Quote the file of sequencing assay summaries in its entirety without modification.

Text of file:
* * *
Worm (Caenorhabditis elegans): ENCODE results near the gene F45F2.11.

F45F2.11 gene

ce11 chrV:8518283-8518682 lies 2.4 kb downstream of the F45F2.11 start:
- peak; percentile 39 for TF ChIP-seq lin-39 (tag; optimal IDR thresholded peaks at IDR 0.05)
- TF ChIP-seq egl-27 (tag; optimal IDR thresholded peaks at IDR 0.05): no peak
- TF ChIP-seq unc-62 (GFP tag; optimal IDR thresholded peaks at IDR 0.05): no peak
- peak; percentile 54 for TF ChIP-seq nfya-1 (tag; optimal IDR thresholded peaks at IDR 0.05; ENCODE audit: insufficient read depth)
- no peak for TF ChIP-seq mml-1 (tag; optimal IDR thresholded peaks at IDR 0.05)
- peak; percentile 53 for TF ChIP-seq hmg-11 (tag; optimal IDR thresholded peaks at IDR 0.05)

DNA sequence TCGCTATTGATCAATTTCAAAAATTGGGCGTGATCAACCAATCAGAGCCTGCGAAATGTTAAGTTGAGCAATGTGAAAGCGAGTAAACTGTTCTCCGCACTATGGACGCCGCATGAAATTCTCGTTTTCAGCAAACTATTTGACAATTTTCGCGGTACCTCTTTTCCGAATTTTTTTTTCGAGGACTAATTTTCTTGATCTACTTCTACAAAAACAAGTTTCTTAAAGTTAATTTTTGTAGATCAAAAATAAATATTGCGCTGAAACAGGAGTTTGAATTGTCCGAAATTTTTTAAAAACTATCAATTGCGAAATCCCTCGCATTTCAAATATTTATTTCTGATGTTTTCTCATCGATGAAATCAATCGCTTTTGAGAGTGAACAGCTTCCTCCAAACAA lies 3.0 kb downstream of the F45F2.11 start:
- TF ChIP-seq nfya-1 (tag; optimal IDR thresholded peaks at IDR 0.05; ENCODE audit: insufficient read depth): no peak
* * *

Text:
Worm (Caenorhabditis elegans): ENCODE results near the gene F45F2.11.

F45F2.11 gene

ce11 chrV:8518283-8518682 lies 2.4 kb downstream of the F45F2.11 start:
- peak; percentile 39 for TF ChIP-seq lin-39 (tag; optimal IDR thresholded peaks at IDR 0.05)
- TF ChIP-seq egl-27 (tag; optimal IDR thresholded peaks at IDR 0.05): no peak
- TF ChIP-seq unc-62 (GFP tag; optimal IDR thresholded peaks at IDR 0.05): no peak
- peak; percentile 54 for TF ChIP-seq nfya-1 (tag; optimal IDR thresholded peaks at IDR 0.05; ENCODE audit: insufficient read depth)
- no peak for TF ChIP-seq mml-1 (tag; optimal IDR thresholded peaks at IDR 0.05)
- peak; percentile 53 for TF ChIP-seq hmg-11 (tag; optimal IDR thresholded peaks at IDR 0.05)

DNA sequence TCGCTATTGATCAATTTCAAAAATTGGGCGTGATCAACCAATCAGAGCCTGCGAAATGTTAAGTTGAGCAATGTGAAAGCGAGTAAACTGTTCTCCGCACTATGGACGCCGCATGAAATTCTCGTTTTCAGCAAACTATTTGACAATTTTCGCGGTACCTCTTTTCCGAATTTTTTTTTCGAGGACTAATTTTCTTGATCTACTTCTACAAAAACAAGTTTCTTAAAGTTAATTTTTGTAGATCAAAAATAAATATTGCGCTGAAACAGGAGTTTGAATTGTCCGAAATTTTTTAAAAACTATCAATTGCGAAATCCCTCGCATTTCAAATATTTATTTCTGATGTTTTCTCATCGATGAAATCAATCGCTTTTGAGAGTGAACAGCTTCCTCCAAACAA lies 3.0 kb downstream of the F45F2.11 start:
- TF ChIP-seq nfya-1 (tag; optimal IDR thresholded peaks at IDR 0.05; ENCODE audit: insufficient read depth): no peak